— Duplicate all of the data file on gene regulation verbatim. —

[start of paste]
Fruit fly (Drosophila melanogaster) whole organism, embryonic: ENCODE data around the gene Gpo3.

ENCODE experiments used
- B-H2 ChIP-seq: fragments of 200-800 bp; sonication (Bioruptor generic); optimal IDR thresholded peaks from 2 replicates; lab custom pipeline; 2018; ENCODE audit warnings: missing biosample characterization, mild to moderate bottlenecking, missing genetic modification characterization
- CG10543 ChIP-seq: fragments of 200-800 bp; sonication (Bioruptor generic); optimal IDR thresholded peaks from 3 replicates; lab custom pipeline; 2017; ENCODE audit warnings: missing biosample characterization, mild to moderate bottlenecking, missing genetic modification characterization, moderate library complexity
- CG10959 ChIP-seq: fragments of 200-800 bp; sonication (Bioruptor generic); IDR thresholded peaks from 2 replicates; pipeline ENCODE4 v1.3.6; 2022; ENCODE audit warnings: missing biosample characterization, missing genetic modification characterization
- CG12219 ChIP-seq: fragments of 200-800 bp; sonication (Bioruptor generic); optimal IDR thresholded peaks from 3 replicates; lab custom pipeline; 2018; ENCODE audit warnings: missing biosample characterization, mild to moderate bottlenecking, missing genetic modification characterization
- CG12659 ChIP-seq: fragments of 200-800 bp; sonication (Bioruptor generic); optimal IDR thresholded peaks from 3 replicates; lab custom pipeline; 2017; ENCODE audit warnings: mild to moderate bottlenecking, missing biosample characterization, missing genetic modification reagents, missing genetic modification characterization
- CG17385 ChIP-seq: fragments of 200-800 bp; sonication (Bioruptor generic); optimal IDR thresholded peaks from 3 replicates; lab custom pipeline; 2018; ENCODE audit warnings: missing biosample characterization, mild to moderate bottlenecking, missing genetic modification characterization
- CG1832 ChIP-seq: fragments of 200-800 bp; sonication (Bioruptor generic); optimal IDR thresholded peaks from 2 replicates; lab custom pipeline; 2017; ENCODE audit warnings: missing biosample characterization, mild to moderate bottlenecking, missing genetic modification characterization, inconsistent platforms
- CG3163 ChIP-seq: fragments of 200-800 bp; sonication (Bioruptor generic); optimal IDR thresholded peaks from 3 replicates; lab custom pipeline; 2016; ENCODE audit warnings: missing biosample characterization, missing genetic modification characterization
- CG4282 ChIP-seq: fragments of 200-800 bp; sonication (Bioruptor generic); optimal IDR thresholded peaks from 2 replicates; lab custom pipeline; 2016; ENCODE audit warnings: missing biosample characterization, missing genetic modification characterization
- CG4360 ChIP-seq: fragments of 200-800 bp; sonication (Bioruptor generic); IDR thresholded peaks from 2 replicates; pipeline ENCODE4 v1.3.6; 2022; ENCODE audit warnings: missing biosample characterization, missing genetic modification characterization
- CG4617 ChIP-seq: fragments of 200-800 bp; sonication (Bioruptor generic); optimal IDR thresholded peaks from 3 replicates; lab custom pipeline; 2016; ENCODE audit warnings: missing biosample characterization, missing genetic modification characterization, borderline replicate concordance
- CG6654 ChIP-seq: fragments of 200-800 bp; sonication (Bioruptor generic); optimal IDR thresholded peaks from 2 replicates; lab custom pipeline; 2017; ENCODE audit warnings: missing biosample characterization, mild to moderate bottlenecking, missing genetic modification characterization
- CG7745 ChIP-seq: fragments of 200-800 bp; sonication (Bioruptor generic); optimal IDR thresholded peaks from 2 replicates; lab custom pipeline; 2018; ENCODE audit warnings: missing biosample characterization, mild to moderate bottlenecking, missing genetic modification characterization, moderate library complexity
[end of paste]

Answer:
Fruit fly (Drosophila melanogaster) whole organism, embryonic: ENCODE data around the gene Gpo3.

ENCODE experiments used
- B-H2 ChIP-seq: fragments of 200-800 bp; sonication (Bioruptor generic); optimal IDR thresholded peaks from 2 replicates; lab custom pipeline; 2018; ENCODE audit warnings: missing biosample characterization, mild to moderate bottlenecking, missing genetic modification characterization
- CG10543 ChIP-seq: fragments of 200-800 bp; sonication (Bioruptor generic); optimal IDR thresholded peaks from 3 replicates; lab custom pipeline; 2017; ENCODE audit warnings: missing biosample characterization, mild to moderate bottlenecking, missing genetic modification characterization, moderate library complexity
- CG10959 ChIP-seq: fragments of 200-800 bp; sonication (Bioruptor generic); IDR thresholded peaks from 2 replicates; pipeline ENCODE4 v1.3.6; 2022; ENCODE audit warnings: missing biosample characterization, missing genetic modification characterization
- CG12219 ChIP-seq: fragments of 200-800 bp; sonication (Bioruptor generic); optimal IDR thresholded peaks from 3 replicates; lab custom pipeline; 2018; ENCODE audit warnings: missing biosample characterization, mild to moderate bottlenecking, missing genetic modification characterization
- CG12659 ChIP-seq: fragments of 200-800 bp; sonication (Bioruptor generic); optimal IDR thresholded peaks from 3 replicates; lab custom pipeline; 2017; ENCODE audit warnings: mild to moderate bottlenecking, missing biosample characterization, missing genetic modification reagents, missing genetic modification characterization
- CG17385 ChIP-seq: fragments of 200-800 bp; sonication (Bioruptor generic); optimal IDR thresholded peaks from 3 replicates; lab custom pipeline; 2018; ENCODE audit warnings: missing biosample characterization, mild to moderate bottlenecking, missing genetic modification characterization
- CG1832 ChIP-seq: fragments of 200-800 bp; sonication (Bioruptor generic); optimal IDR thresholded peaks from 2 replicates; lab custom pipeline; 2017; ENCODE audit warnings: missing biosample characterization, mild to moderate bottlenecking, missing genetic modification characterization, inconsistent platforms
- CG3163 ChIP-seq: fragments of 200-800 bp; sonication (Bioruptor generic); optimal IDR thresholded peaks from 3 replicates; lab custom pipeline; 2016; ENCODE audit warnings: missing biosample characterization, missing genetic modification characterization
- CG4282 ChIP-seq: fragments of 200-800 bp; sonication (Bioruptor generic); optimal IDR thresholded peaks from 2 replicates; lab custom pipeline; 2016; ENCODE audit warnings: missing biosample characterization, missing genetic modification characterization
- CG4360 ChIP-seq: fragments of 200-800 bp; sonication (Bioruptor generic); IDR thresholded peaks from 2 replicates; pipeline ENCODE4 v1.3.6; 2022; ENCODE audit warnings: missing biosample characterization, missing genetic modification characterization
- CG4617 ChIP-seq: fragments of 200-800 bp; sonication (Bioruptor generic); optimal IDR thresholded peaks from 3 replicates; lab custom pipeline; 2016; ENCODE audit warnings: missing biosample characterization, missing genetic modification characterization, borderline replicate concordance
- CG6654 ChIP-seq: fragments of 200-800 bp; sonication (Bioruptor generic); optimal IDR thresholded peaks from 2 replicates; lab custom pipeline; 2017; ENCODE audit warnings: missing biosample characterization, mild to moderate bottlenecking, missing genetic modification characterization
- CG7745 ChIP-seq: fragments of 200-800 bp; sonication (Bioruptor generic); optimal IDR thresholded peaks from 2 replicates; lab custom pipeline; 2018; ENCODE audit warnings: missing biosample characterization, mild to moderate bottlenecking, missing genetic modification characterization, moderate library complexity